The rhetoric’s heated up, for sure. Commissioner Mike O’Rielly, who’s made cracking down on unlicensed stations one of his signature issues, calls them infectious squatters, casting the phenomenon as a cancer preparing to metastisize. And he’s gotten much more critical about his own agency’s handling of the problem: when the FCC proposed to fine a Kentucky couple more than $144,000 last month for operating a low-power TV station for nearly twenty years after its original license had expired, he likened FCC enforcement to “a sometimes annoying, sometimes sleepy, but ultimately harmless Chihuahua when it came to protecting broadcast spectrum licenses.”
That makes “paper tiger” sound almost tame.
Industry trade-press has taken the cue and upped their coverage of the FCC’s anti-pirate broadcast enforcement. Radio World trumpets warning lettters, fines, and threats of fines issued by the Enforcement Bureau as if they’re landing knockout blows. It even got Chairman Ajit Pai to concede in a March interview that pirates are a “serious concern.”
Inside Radio last month published a three-part series on pirate broadcasting, laden with gems of intelligence on the current and recent-past state of affairs. For example, the Enforcement Bureau estimates that it spends about “20% of its personnel’s activities” on pirate broadcasting and “insiders” say that “more meaningful shifts” in the Bureau’s enforcement policies and protocols are expected “in the coming months.” The word has already gone out from the Commissioners to field staff to make pirate-hunting a higher priority, and state broadcasters’ associations in typical hot-spots tell IR they feel a change in the wind.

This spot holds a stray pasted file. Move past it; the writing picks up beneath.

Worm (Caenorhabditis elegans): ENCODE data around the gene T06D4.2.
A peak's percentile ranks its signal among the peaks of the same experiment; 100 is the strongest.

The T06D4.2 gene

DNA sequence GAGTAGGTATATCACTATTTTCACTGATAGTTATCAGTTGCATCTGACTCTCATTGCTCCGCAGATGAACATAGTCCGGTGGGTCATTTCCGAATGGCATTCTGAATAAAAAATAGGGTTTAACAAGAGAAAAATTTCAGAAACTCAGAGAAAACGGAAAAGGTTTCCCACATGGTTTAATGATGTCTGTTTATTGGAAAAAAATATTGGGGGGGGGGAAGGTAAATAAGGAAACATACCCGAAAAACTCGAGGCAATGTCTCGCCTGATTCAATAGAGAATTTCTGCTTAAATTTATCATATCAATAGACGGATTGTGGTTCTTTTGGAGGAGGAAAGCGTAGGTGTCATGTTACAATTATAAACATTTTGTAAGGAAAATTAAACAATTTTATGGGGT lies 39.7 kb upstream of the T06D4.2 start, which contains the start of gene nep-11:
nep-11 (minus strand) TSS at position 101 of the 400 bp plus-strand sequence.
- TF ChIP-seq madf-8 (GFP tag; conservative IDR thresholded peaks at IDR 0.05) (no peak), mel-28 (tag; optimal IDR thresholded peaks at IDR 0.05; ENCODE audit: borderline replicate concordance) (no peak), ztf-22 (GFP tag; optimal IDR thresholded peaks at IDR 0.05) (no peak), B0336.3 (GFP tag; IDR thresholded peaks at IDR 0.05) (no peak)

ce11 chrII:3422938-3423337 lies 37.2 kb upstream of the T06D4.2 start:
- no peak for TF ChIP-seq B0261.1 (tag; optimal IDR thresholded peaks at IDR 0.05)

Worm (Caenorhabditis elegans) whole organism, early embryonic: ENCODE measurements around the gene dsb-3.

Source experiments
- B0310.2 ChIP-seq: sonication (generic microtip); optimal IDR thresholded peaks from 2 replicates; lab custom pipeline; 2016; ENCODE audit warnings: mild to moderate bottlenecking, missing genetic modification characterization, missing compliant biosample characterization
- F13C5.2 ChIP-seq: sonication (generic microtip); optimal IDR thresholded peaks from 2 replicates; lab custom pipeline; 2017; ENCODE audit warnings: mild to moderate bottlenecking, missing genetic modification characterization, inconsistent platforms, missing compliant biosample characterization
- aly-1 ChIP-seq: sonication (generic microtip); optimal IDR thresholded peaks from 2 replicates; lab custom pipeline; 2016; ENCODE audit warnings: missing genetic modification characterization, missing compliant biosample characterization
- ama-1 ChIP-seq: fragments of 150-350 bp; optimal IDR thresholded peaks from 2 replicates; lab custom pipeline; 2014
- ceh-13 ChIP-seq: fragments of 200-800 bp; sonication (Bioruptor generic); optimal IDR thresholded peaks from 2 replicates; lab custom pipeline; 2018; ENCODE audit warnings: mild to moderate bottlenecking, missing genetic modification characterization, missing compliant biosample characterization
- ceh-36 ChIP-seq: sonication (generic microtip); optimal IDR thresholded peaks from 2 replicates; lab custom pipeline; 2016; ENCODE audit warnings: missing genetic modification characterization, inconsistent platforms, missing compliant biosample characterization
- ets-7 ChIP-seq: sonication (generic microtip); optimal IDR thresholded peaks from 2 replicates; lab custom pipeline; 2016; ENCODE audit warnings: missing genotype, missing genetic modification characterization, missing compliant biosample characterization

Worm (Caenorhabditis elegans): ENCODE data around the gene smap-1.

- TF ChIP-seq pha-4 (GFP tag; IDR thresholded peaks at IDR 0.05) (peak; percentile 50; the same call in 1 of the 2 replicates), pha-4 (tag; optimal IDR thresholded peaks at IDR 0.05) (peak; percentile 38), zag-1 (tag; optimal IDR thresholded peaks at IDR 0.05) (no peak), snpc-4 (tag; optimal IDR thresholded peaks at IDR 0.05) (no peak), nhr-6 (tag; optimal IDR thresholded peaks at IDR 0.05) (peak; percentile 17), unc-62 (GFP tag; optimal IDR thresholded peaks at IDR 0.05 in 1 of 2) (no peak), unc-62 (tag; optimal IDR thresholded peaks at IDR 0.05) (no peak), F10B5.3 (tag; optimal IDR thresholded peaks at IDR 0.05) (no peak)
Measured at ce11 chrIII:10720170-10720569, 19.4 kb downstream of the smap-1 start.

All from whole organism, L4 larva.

Apparently backstopping them are broadcast engineers who “spend several 18-hour days in the car chasing these guys down” to provide information to FCC agents; they compare themselves to storm-chasers, of all people.
But the fact of the matter is that the FCC’s actual, tangible ability to “police” the airwaves remains weak. According to Obama-era Enforcement Bureau chief Travis LeBlanc, agency policy has simply “not been effective”; he also noted that the prevalence of pirate stations in “ethnic and minority communities” would seem to suggest that “there is a social or public policy problem that is causing that. These are communities that want and need a voice in broadcasting and those needs aren’t being served.”
Somewhat conveniently, now that LeBlanc doesn’t have the power to influence policy anymore, he seems open to the notion of re-thinking the entire enforcement paradigm away from outright prohibition toward harm reduction; recalling a troublesome enforcement action in Boston, he wondered aloud if “the reflexive policy of just trying to take any station off the air simply because it’s unauthorized is the best use of government resources and makes communities better or safer.”
The Inside Radio series claims that “there are whispers that the FCC may reopen some field offices or increase staffing at others,” but there’s absolutely no evidence to back that up. LeBlanc predicts enforcement in the near-term will “look very much like it did before,” which is mostly symbolic. So far, the numbers confirm this, significantly cooling the hot air coming from the industry and Commissioners themselves.